Tim Van Patten grimaces when you ask about his acting career. Not that he has regrets. Best-known for playing Mario “Salami” Pettrino in the classic CBS series The White Shadow more than 25 years ago, Van Patten, 47, regards his early career as “a great big adventure.” But long after he quit acting and became an award-winning director, his prior work often comes back to rib him.
“Now it seems to be a source of ball-breaking,” he says.
And Van Patten knows from ball-breaking. For a decade, he has served as one of the key capos behind The Sopranos, the HBO mob drama that ends its six-season run next month. His collaborative, often mischievous approach to shooting has won him the affection of actors and established him as a go-to episodic director for series like HBO’s Rome, Sex and the City and The Wire and the 2005 TNT miniseries Into the West.
While Van Patten no longer has the surfer’s mane he sported as Salami, the husky, Long Island accent still remains. Raised in Massapequa, N.Y., he wasn’t brought up in show business, despite being the half-brother of TV veteran Dick Van Patten. In 1977, after high school, he moved to Los Angeles where he apprenticed as a tile layer and hung out at Venice Beach.
But when one of Dick’s sons had to drop out of a play, Van Patten stepped in. He soon won roles in several after-school specials, and in 1978, he was cast in The White Shadow, Bruce Paltrow’s groundbreaking drama about an inner-city basketball team.
“It was like I’d robbed a bank or hit the jackpot,” Van Patten recalls. It was also the first of several breaks he attributes to Paltrow, who died of cancer in 2002. “I miss him as much as I miss my own father,” Van Patten says.
Breaking Into Directing
Roles in the cult favorite Class of 1984 and the short-lived martial-arts series The Master followed. But as his acting prospects dimmed and his interest waned, he decided to pursue directing. Rather than being “just another actor who wants to direct,” Van Patten quit acting in the early 1990s and dedicated himself to his work behind the camera. At Paltrow’s suggestion, he began hanging around production sets while working tile and contracting jobs.
One day, while on the set of Paltrow’s sitcom Home Fires, Van Patten recalls, “out of the blue, Bruce turns around and says, 'I’m going to give you a show. You’re ready.’”
Still, it would be another two years before the next opportunity came. “What I didn’t realize was that the Director’s Guild is littered with the bones of first-time directors,” he says. Again, it was Paltrow who hired Van Patten for his drama The Road Home and later recommended him in 1994 for the new series Touched by an Angel.
Van Patten hit his stride with Angel, eventually racking up some 30 episodes. He went on to direct hours for Homicide: Life on the Street and the action series The Sentinel, and in 1996, he met with David Chase while the veteran producer was building his staff for The Sopranos. After directing an episode during season one, Van Patten has helmed 20 more, including some that rank among the series’ most popular and critically hailed.
“To be honest, my résumé didn’t warrant hiring,” he says. “It must’ve been something he saw in the meeting or maybe that I’m from New York. I remember being at ease.”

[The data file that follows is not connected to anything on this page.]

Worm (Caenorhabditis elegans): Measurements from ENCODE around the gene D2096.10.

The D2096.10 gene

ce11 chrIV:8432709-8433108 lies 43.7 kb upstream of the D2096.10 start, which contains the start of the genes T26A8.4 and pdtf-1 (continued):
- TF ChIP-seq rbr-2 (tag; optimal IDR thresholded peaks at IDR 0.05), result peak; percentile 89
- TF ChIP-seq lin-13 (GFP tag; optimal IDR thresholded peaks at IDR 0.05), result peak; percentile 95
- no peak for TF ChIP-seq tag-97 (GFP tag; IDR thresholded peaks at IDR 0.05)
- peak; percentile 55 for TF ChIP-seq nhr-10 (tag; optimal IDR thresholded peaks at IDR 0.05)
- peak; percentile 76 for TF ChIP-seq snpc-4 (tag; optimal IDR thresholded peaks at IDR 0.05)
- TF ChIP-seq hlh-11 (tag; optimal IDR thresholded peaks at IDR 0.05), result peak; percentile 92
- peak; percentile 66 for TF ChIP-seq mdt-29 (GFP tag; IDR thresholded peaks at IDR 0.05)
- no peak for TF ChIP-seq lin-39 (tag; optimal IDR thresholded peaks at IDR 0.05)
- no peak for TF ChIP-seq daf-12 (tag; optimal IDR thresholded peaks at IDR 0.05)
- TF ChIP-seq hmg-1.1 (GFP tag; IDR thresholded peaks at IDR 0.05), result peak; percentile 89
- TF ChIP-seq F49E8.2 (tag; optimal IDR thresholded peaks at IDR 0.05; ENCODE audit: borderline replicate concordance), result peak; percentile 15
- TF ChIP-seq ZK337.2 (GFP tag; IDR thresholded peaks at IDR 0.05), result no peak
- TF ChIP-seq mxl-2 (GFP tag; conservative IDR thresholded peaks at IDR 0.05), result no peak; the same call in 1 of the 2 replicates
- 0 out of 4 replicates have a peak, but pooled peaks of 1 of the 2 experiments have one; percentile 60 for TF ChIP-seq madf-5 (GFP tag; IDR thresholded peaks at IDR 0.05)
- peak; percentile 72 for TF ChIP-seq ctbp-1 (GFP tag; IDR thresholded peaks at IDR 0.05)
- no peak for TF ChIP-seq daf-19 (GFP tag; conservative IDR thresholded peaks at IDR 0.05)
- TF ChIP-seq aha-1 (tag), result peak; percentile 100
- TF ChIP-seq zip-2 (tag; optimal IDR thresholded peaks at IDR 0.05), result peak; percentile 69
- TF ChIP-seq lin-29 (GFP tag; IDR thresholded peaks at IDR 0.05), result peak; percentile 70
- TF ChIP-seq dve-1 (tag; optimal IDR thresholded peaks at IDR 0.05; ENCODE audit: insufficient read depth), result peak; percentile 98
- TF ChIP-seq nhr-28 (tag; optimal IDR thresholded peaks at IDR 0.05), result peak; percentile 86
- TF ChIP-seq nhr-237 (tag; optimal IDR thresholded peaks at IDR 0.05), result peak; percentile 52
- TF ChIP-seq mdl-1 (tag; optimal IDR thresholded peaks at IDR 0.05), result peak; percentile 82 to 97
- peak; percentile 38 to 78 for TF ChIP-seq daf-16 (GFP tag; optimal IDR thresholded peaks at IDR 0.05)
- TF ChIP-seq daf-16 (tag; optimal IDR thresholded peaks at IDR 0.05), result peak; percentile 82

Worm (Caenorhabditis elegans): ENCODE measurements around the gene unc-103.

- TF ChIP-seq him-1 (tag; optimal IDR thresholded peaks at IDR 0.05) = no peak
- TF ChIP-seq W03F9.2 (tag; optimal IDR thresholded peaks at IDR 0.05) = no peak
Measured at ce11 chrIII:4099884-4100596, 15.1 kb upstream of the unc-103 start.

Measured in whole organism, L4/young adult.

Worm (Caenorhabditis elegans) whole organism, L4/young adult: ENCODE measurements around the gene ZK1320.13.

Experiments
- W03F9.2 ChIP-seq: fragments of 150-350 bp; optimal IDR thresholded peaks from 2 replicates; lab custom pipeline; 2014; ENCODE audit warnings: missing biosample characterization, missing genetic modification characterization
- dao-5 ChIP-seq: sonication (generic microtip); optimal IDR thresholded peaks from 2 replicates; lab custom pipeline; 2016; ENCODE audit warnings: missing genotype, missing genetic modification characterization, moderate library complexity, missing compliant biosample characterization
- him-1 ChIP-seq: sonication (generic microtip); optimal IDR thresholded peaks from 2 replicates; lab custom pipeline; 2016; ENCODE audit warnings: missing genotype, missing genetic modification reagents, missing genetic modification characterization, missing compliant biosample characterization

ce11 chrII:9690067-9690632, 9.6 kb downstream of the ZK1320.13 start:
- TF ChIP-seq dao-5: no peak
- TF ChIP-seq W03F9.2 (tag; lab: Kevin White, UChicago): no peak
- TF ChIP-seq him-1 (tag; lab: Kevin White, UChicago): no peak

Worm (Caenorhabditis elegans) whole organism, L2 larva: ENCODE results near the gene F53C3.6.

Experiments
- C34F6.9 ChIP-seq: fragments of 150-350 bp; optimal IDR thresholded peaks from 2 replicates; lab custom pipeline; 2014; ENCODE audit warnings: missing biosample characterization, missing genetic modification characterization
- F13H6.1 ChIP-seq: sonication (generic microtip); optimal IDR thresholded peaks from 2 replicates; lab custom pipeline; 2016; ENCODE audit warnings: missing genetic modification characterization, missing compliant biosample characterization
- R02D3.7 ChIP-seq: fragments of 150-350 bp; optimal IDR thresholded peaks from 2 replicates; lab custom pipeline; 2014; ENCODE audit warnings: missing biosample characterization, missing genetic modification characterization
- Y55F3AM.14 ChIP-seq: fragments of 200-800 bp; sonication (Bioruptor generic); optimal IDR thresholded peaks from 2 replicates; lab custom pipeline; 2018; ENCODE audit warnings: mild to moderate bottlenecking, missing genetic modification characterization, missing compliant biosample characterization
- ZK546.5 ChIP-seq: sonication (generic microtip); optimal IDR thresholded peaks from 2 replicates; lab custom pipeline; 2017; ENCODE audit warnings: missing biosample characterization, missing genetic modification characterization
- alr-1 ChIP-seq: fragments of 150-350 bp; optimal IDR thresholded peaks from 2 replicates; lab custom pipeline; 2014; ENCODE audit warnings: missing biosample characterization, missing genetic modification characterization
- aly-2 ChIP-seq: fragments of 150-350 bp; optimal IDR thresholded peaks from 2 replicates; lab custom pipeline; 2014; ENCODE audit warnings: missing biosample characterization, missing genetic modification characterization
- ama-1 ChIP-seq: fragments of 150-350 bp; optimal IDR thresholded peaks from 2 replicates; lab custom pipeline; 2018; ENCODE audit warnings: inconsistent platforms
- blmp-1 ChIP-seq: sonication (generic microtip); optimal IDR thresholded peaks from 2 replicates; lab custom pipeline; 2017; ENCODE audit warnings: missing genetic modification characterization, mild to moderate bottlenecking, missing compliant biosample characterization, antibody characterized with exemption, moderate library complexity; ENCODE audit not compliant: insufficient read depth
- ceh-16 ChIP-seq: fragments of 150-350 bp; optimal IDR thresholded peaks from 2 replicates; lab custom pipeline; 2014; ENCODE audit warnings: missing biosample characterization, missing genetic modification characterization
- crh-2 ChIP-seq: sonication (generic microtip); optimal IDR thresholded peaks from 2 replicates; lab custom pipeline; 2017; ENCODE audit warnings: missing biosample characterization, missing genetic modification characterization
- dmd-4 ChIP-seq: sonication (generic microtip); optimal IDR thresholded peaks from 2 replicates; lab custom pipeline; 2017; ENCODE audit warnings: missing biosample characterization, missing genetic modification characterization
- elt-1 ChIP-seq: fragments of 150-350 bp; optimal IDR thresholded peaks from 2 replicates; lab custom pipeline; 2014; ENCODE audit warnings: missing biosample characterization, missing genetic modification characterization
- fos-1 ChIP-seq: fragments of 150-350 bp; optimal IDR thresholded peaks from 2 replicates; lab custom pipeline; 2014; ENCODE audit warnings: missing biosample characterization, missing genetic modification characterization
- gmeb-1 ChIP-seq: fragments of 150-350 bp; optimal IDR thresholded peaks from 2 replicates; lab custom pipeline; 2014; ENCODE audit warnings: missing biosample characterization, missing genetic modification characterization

A Genuine Ball-Breaker
Indeed, it is Van Patten’s ability to put others at ease—and his flair for practical jokes—that has made him beloved by many on the show.
“Tim’s directing is like a magic trick because you would think that absolutely nothing is getting done,” says actor Edie Falco (Carmela Soprano). She also recalls the time Van Patten scared the daylights out of her when he donned a bear costume while shooting an episode that featured a live bear.
Sopranos writer and frequent collaborator Terence Winter praises Van Patten’s handling of “some of the show’s most poignant moments and some of our most violent ones.” Van Patten not only understands the “ball-breaking” banter between Tony Soprano and his crew, adds Winter, “he is a ball-breaker.”
In addition to directing, Van Patten also came up with the idea for “The Pine Barrens,” one of the most famous Sopranos episodes, in which Christopher (Michael Imperioli) and Paulie (Tony Sirico) get lost in the woods of southern New Jersey. The story grew out of a dream inspired by Van Patten’s childhood excursions with his father, a horseplayer who took him to the Pine Barrens between trips to the track.
Poor Boy’s Mentality
These days, Van Patten, his wife and two daughters, ages 10 and 8, divide their time between homes in Manhattan and Ormond Beach, Fla., where Van Patten opened a bar called Saints & Sinners, modeled after old New York saloons like McSorley’s.
Having worked 12 years straight, the director is adjusting to an unfamiliar role: taking a break. He may continue to work on other HBO series, but he is also eager to try his hand at a feature. “For the moment, I’m catching my breath,” he says. “I don’t want to rush into anything, which is my M.O.—the poor boy’s mentality.”
Nearly 30 years of show business ups and downs have taught Van Patten to appreciate his good fortune. “I just want to count my blessings, see what’s out there,” he says. And if all else fails, he adds, “I’ll do tile jobs again.”